As a living legacy project of the TORONTO 2015 Pan Am/Parapan Am Games, The Pan Am Path will connect Toronto’s trails and create an active-living legacy that will connect over 80km of trails across Toronto and bring together residents, local organizations, artists and businesses. Truly vibrant public spaces that are reflective of those communities along the route (from Hamilton to Oshawa) will be fostered through collaborations with over 100 stakeholders and partners from across the region, including: the health and active living, arts and culture, the environment, civic engagement, and transportation communities, with the physical infrastructure of the Pan Am Path being owned and managed by the City of Toronto.
The STEPS Initiative, an activation partner along an east end stretch of the Pan Am Path that is being curated by East End Arts, have painted benches inspired by textile patterns from Caribbean, North, South, and Central American cultures, as well as the South Asian communities that live in their host community of Thorncliffe Park. These new work provide much needed seating, as well as a spot for stretching and socializing in the Don Valley, while celebrating the storytelling, history, science, math, and art that intersects in textiles from across the globe.
Artists Anjuli Solanki and Carlos Delgado collaborated on this public art project. Solanki is a painter who became interested in weaving and textiles across different cultures and communities after she worked with Musqueam Weavers Debra Sparrow and Vivian Cambell, who were instrumental in reviving this art form in their community. Their focus on a traditionally female art form that integrated math, science, history, and, art inspired her to pay more attention to weaving and textiles, and to find certain cross-cultural parallels between weaving and other art forms – which ultimately inspired the overarching theme for Pan American Patterns. Solanki’s benches were inspired by patterns from Musqueam (North West Coast BC), Ojibwe (Southern Ontario/ Northern USA) and Oaxacan (Southern Mexican) textiles but also South Asian textile designs, making a connection between these different communities and the communities located around the Zone 9 Portion of the path.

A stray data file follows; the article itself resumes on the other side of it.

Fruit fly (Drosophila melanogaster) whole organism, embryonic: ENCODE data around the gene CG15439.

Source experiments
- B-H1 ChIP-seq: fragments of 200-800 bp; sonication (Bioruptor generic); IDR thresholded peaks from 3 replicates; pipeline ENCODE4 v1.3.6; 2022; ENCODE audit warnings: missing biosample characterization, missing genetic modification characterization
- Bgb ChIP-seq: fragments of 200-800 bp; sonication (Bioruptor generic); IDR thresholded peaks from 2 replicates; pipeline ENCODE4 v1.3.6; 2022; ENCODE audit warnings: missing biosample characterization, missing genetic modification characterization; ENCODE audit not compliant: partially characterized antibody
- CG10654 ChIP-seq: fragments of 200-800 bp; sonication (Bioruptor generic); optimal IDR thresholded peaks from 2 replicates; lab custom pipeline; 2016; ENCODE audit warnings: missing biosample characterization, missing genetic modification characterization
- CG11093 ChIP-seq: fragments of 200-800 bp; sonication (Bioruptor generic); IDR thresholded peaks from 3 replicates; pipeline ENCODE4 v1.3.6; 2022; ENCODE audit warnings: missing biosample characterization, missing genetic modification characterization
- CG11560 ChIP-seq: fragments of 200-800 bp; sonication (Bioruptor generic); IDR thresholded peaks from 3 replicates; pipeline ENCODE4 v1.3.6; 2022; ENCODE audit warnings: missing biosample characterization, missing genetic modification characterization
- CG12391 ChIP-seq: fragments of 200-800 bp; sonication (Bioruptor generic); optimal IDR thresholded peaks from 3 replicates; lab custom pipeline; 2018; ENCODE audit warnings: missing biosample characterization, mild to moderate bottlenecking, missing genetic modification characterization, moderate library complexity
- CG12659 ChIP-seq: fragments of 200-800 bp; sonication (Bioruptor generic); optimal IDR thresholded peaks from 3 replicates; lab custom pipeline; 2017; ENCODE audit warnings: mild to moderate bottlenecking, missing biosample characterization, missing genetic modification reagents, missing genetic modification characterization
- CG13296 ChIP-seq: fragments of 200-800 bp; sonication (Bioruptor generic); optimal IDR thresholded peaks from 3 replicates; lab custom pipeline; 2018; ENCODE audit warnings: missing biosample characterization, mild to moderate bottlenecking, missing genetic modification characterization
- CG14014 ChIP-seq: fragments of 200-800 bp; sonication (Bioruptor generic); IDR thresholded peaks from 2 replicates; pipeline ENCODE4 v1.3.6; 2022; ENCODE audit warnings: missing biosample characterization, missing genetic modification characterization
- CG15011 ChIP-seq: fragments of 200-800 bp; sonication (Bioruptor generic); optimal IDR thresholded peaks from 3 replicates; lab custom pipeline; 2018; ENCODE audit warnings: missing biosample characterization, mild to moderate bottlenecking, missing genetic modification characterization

Carlos Delgado, born in rural Colombia and now living in Toronto, believes that art can act as a tool to reflect the world around us while simultaneously being part of it. He creates works which bring beauty and vibrancy while allowing the viewer to create a sense of personal connection with the artwork and the space in which it is painted. One of Delgado’s benches is inspired by Colombian sombreros (or “straw hats”) which are widely worn across the nation. In Colombia patterns that appear on sombreros are representative of different regions, and the patterns which form the bench illustrate a range that are present on various sombreros. While the design of the hat is distinctive and identifiable by region, the black and white lines can be found across nearly every region and are characteristic of Colombian headwear. Another one of Delgado’s benches is inspired by a traditional textile pattern used widely by the indigenous people of Colombia on garments like bags, shoes, clothes, and ponchos.